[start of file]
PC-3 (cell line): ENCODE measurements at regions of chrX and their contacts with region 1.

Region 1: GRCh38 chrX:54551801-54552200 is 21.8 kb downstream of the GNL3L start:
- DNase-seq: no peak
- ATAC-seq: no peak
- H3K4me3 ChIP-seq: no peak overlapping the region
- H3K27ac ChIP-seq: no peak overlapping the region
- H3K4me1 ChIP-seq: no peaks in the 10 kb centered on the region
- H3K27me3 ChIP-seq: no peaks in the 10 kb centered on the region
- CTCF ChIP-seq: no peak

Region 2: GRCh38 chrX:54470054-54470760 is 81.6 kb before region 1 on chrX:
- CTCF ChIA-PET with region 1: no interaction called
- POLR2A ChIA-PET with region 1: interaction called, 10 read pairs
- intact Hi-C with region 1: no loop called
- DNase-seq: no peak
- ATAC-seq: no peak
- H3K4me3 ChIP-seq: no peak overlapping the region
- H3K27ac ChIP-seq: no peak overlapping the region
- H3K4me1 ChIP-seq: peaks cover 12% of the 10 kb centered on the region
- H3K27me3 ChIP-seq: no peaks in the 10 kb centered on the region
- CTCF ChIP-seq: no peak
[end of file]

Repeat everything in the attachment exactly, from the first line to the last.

PC-3 (cell line): ENCODE measurements at regions of chrX and their contacts with region 1.

Region 1: GRCh38 chrX:54551801-54552200 is 21.8 kb downstream of the GNL3L start:
- DNase-seq: no peak
- ATAC-seq: no peak
- H3K4me3 ChIP-seq: no peak overlapping the region
- H3K27ac ChIP-seq: no peak overlapping the region
- H3K4me1 ChIP-seq: no peaks in the 10 kb centered on the region
- H3K27me3 ChIP-seq: no peaks in the 10 kb centered on the region
- CTCF ChIP-seq: no peak

Region 2: GRCh38 chrX:54470054-54470760 is 81.6 kb before region 1 on chrX:
- CTCF ChIA-PET with region 1: no interaction called
- POLR2A ChIA-PET with region 1: interaction called, 10 read pairs
- intact Hi-C with region 1: no loop called
- DNase-seq: no peak
- ATAC-seq: no peak
- H3K4me3 ChIP-seq: no peak overlapping the region
- H3K27ac ChIP-seq: no peak overlapping the region
- H3K4me1 ChIP-seq: peaks cover 12% of the 10 kb centered on the region
- H3K27me3 ChIP-seq: no peaks in the 10 kb centered on the region
- CTCF ChIP-seq: no peak